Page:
Your writer has obviously conflated the evolution of human tastes with the shift to processed foods that began in the 40s and 50s. But that was actually a response to humans' taste for fats and sugars, not the cause of it. Manufacturers sought to exploit the human predisposition to enjoy sugar and fat by adding more of these foods to their products. It was a social change, not an evolutionary one.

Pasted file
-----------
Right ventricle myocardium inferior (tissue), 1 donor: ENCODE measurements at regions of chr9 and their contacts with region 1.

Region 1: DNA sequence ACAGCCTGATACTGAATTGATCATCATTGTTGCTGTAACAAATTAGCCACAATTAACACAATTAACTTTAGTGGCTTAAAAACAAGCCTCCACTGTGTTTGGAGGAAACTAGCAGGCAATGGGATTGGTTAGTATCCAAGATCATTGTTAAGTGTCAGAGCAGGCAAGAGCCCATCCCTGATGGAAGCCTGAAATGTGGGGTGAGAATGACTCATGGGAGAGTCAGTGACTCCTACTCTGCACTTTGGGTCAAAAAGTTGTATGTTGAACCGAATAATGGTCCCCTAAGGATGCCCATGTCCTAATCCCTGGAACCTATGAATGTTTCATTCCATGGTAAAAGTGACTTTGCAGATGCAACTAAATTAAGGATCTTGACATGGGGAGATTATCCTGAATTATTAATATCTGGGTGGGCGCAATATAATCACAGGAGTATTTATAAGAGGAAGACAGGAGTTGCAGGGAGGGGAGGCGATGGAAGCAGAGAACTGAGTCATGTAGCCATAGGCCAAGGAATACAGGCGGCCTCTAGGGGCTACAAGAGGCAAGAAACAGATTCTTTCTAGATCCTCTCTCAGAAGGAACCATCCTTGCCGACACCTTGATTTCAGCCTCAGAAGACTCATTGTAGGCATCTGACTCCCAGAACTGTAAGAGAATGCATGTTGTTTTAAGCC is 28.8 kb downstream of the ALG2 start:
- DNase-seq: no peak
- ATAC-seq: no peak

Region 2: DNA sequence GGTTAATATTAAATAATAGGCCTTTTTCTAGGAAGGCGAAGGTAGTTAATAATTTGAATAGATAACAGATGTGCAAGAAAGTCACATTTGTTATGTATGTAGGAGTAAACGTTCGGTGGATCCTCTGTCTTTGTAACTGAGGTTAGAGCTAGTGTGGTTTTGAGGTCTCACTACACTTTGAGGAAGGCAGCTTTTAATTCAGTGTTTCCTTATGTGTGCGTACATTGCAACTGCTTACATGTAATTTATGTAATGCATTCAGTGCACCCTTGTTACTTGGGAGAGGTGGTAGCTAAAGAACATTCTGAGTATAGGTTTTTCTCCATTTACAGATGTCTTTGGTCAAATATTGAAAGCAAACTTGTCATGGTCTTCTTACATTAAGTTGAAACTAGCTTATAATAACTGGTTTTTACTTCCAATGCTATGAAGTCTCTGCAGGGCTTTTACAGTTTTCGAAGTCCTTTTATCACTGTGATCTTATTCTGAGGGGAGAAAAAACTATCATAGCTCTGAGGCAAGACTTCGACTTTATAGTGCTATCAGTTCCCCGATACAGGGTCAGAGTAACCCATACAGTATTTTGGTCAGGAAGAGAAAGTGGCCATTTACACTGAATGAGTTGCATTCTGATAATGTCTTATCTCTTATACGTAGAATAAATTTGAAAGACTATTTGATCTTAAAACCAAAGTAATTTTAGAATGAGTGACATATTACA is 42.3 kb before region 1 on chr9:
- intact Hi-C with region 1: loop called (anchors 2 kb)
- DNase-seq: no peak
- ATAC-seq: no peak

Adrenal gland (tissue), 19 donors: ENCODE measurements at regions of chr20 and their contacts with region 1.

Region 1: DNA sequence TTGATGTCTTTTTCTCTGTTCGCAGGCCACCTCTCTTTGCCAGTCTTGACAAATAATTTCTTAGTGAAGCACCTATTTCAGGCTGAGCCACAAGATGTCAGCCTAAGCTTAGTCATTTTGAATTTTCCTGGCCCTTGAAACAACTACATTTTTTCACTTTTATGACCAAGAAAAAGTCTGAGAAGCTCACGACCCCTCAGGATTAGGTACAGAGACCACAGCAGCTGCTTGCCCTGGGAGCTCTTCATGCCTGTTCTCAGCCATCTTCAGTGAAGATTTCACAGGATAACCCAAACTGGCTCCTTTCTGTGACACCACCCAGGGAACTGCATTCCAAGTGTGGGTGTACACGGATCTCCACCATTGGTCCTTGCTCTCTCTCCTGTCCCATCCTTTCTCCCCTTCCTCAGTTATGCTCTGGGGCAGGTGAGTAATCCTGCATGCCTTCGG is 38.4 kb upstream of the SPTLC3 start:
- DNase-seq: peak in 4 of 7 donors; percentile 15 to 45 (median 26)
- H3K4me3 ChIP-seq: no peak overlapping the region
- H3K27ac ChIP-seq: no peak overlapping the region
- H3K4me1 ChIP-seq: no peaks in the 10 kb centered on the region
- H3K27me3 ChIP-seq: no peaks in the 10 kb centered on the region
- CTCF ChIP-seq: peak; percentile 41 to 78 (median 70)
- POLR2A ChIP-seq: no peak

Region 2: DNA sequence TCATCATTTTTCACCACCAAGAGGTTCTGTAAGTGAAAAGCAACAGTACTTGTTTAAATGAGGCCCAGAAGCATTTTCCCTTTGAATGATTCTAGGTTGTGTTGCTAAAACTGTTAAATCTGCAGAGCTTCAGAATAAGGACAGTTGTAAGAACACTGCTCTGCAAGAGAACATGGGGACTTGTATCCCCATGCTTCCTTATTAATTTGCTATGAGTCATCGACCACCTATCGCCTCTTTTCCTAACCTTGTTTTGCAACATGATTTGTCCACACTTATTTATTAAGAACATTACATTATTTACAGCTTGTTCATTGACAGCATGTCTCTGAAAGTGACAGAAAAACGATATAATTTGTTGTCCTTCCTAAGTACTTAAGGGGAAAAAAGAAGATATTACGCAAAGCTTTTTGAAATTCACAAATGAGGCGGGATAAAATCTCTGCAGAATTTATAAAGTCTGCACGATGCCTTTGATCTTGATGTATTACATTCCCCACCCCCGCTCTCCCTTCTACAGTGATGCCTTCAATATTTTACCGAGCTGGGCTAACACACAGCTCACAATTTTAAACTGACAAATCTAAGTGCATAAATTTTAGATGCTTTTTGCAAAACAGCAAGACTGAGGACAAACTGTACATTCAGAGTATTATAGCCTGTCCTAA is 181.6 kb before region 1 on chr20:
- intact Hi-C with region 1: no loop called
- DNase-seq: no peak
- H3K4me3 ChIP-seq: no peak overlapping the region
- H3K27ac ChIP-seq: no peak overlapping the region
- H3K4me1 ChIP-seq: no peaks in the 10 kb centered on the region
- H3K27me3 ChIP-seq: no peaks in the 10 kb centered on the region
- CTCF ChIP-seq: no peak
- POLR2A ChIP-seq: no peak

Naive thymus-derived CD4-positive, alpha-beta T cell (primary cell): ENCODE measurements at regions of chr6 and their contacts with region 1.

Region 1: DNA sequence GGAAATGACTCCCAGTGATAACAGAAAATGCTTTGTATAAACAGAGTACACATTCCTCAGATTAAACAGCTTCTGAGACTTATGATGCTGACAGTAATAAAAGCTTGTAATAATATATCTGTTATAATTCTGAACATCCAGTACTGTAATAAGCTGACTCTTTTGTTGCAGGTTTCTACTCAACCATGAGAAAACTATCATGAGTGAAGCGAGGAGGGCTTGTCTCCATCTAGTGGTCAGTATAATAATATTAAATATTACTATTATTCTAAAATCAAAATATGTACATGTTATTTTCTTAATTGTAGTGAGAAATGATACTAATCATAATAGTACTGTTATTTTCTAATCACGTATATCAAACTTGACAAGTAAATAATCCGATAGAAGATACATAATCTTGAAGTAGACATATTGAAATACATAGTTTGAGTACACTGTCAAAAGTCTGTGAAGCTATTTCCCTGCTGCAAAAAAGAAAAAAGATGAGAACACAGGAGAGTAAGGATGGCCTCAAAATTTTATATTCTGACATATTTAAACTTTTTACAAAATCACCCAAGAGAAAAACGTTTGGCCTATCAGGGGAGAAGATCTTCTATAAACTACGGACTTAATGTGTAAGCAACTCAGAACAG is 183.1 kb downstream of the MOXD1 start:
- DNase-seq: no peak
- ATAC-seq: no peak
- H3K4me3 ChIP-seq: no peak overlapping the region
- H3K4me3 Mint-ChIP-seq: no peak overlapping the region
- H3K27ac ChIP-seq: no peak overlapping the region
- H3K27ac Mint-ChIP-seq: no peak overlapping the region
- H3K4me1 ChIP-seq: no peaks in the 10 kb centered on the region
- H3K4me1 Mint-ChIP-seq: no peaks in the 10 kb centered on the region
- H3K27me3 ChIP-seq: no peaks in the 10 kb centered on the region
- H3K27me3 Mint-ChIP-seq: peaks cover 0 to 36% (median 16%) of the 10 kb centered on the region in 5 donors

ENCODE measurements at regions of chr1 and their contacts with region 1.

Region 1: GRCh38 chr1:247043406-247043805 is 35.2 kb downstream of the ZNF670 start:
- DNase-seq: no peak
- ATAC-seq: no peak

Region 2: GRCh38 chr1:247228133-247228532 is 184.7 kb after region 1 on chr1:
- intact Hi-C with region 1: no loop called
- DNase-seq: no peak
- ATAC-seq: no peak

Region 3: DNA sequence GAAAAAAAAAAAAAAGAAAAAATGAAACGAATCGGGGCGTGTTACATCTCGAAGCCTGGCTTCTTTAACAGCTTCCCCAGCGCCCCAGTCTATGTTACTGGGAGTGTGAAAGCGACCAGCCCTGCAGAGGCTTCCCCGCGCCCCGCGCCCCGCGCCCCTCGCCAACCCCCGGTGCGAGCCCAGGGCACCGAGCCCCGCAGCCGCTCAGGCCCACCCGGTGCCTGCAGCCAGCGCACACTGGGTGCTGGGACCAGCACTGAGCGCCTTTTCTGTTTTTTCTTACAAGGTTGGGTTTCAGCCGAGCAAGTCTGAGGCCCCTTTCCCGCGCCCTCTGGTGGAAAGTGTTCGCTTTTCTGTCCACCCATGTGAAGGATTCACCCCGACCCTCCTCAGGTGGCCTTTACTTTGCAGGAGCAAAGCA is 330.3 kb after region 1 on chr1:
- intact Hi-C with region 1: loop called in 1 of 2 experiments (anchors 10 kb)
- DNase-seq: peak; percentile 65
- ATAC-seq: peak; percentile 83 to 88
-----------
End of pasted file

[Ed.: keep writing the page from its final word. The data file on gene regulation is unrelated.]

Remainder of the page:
Evolutionary changes do not—cannot—take place "in just a few decades." That is because evolution is, by definition, a process that takes place over many generations of breeding and natural selection. Anyone with even the most basic understanding of biology would know this. The fact that your editorial board allowed such a blatant error to pass into print makes me wonder whether any scientific claims I see in your magazine can be trusted.